President Joe Biden vetoed bipartisan legislation Tuesday passed to punish China for violating trade rules and protect U.S. solar manufacturers. All four Granite State Democrats in Congress sided with Biden and against higher tariffs on Chinese solar companies.

The legislation was in response to Biden’s handling of a finding by his own Commerce Department that Chinese solar companies, all with ties to the Communist Chinese regime, moved production to Malaysia, Cambodia, Thailand and Vietnam in order to evade U.S. tariffs. The Commerce Department issued a ruling imposing tariffs on these solar products, which Biden halted. Instead, he’s ordered his Department of Commerce not to enforce the tariffs for two years.

Republicans, joined by Democrats concerned about U.S. manufacturing jobs, passed legislation overruling Biden’s decision and imposing the tariffs as required by law.

“Ohioans are manufacturing solar panels that can power our economy,” said progressive Democrat Sherrod Brown (D-Ohio) during the Senate debate. “They just need a level playing field. You can’t say you want American manufacturing to lead the world, while allowing Chinese companies, often subsidized by the Chinese government, to skirt the rules and dump solar panels into the U.S.

“This comes down to whose side you’re on: Do you stand with workers in Ohio, or do you stand with the Chinese Communist Party?” Brown added.

New Hampshire Senators Hassan and Shaheen disagreed, voting to keep Chinese solar tech headed to the U.S. tariff free.

Supporters of the Biden policy say America’s solar power industry relies on cheap Chinese products, particularly for the green energy projects Biden hopes will replace fossil fuel.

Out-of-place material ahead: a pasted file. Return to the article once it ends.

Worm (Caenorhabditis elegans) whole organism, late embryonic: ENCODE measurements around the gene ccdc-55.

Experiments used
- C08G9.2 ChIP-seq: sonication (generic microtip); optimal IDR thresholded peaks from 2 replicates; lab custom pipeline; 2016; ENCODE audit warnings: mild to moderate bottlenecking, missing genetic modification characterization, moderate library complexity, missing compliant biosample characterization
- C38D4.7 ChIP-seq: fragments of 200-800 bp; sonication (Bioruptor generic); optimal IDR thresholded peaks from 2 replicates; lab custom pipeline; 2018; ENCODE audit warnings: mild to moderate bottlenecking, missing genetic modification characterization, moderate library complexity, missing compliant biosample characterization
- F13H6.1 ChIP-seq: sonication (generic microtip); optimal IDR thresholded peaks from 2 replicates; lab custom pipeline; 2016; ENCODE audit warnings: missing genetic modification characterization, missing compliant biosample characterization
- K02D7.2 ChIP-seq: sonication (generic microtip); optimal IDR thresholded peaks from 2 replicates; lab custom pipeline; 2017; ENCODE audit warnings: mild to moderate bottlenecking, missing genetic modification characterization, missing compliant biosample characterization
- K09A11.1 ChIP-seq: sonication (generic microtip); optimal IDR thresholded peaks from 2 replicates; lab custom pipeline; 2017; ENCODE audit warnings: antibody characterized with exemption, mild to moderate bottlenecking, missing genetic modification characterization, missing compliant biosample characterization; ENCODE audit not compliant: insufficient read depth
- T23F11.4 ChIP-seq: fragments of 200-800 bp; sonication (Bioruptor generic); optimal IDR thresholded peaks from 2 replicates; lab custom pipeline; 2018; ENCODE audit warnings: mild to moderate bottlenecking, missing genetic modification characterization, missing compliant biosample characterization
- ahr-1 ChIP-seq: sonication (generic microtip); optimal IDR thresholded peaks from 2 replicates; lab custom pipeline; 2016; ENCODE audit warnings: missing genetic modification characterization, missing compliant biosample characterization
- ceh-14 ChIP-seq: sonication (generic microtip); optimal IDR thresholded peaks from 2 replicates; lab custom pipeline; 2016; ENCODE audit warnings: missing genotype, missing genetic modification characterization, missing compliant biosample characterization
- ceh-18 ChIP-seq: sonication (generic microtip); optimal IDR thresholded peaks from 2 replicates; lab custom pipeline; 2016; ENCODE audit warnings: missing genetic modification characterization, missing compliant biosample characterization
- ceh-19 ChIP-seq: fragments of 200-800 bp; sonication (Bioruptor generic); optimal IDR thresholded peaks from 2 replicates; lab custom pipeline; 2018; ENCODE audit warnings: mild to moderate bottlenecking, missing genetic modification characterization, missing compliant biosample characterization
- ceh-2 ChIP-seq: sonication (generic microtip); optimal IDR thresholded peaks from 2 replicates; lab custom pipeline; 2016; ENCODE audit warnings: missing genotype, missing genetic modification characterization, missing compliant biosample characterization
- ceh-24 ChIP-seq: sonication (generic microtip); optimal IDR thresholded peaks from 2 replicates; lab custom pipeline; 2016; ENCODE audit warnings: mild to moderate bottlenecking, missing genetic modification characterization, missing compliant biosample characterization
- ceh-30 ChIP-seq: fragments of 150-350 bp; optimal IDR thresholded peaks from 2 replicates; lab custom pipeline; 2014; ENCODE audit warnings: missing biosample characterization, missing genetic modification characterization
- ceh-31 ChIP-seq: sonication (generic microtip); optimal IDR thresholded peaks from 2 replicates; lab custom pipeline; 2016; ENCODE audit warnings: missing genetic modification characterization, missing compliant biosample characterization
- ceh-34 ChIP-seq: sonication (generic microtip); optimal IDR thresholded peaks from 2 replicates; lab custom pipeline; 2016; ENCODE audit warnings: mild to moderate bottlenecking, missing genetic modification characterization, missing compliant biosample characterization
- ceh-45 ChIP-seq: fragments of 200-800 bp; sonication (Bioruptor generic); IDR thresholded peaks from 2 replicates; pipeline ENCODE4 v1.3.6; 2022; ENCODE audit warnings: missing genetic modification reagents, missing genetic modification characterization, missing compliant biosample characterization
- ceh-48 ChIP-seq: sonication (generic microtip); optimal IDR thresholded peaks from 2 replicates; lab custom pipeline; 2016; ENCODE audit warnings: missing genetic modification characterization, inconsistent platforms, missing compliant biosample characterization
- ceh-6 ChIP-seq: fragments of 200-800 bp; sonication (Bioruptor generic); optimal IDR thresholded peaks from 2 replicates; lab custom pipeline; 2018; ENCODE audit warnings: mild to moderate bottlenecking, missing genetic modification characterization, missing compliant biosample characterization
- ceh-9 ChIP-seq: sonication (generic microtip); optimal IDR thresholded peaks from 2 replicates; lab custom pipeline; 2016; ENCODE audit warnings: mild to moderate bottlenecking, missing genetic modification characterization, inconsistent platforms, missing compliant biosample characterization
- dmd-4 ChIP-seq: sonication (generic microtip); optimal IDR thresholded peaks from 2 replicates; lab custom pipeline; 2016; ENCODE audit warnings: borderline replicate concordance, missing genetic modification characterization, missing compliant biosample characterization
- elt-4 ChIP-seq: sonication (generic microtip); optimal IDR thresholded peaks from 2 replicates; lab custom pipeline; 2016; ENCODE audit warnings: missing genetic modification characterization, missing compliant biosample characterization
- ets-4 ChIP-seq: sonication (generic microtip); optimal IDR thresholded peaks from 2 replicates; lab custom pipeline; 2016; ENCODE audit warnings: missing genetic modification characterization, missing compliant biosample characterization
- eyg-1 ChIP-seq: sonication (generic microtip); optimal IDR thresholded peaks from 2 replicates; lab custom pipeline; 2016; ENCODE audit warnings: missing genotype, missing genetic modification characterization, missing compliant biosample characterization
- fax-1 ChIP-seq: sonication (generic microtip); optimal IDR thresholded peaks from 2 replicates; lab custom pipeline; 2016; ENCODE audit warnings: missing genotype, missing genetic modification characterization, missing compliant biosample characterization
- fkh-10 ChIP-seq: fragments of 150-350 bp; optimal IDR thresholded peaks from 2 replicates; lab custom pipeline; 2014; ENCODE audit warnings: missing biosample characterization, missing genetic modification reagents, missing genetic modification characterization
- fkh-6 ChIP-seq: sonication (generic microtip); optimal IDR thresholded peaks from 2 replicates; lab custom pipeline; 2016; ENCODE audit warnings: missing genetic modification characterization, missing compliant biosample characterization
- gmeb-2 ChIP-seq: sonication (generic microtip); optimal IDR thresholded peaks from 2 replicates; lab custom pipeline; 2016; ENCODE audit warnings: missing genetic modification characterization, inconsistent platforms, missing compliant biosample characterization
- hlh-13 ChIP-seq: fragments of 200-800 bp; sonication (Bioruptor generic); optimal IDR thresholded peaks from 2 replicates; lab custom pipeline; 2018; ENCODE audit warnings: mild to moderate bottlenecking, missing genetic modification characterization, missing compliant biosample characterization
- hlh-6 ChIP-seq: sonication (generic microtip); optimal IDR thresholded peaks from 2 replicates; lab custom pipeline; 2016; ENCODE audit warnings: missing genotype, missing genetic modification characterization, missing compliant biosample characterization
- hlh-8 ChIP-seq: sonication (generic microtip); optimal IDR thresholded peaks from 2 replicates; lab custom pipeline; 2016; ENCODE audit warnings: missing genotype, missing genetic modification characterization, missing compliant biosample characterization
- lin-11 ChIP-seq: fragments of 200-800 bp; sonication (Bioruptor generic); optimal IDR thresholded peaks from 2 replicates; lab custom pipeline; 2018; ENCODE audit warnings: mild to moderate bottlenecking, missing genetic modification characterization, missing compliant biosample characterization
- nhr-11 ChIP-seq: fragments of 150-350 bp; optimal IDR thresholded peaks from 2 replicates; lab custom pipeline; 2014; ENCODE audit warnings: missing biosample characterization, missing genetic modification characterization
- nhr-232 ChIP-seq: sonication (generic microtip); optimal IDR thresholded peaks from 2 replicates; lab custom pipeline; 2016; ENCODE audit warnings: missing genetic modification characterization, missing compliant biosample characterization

“The solar and storage industry must build more manufacturing capacity in America, and the two-year tariff moratorium provides a bridge for us to do just that,″ Abigail Ross Hopper, president and CEO of the Solar Energy Industries Association, told the Associated Press. “Curbing supply at this critical time (would) hurt American businesses and prevent us from deploying clean, reliable energy in the near-term.″

Critics say American taxpayers have already ponied up some $400 million for green tech subsidies in the so-called “Inflation Reduction Act,” and giving China a pass proves many of those dollars will wind up in China. China currently controls more than 80 percent of the global solar panel market, The International Energy Agency reports.

“I am disappointed that President Biden vetoed this important legislation,” said U.S. Rep. Dan Kildee (D-Mish.), one of the co-sponsors of the House bill, said Tuesday. “Failing to stand up to those who engage in unfair trade practices hurts American workers and manufacturers. Our workers and businesses will never be able to compete globally unless we hold those who violate U.S. trade laws accountable.”

A Morning Consult poll taken last year found 70 percent of Americans supported tariffs on Chinese imports, and an additional 61 percent said increased imports had led the United States to become too dependent on China for critical goods in the supply chain.

Senators Hassan and Shaheen declined to respond to questions about their vote against the bipartisan legislation.

During his rally in Manchester last month, former President Donald Trump said one reason the Biden administration won’t confront China over its unfair trade practices is that Biden and his family have been bought off.

“Everybody’s paid off by China, including, by the way, our president. It’s a big problem. You wonder why he does nothing about China? Because he got millions of dollars from China,” Trump said.

The Washington Post reports that, according to documents it reviewed, “over the course of 14 months, the Chinese energy conglomerate and its executives paid $4.8 million to entities controlled by Hunter Biden and his uncle.”

During the 2020 campaign, Joe Biden claimed his son “has not made money from China.”

That statement is false.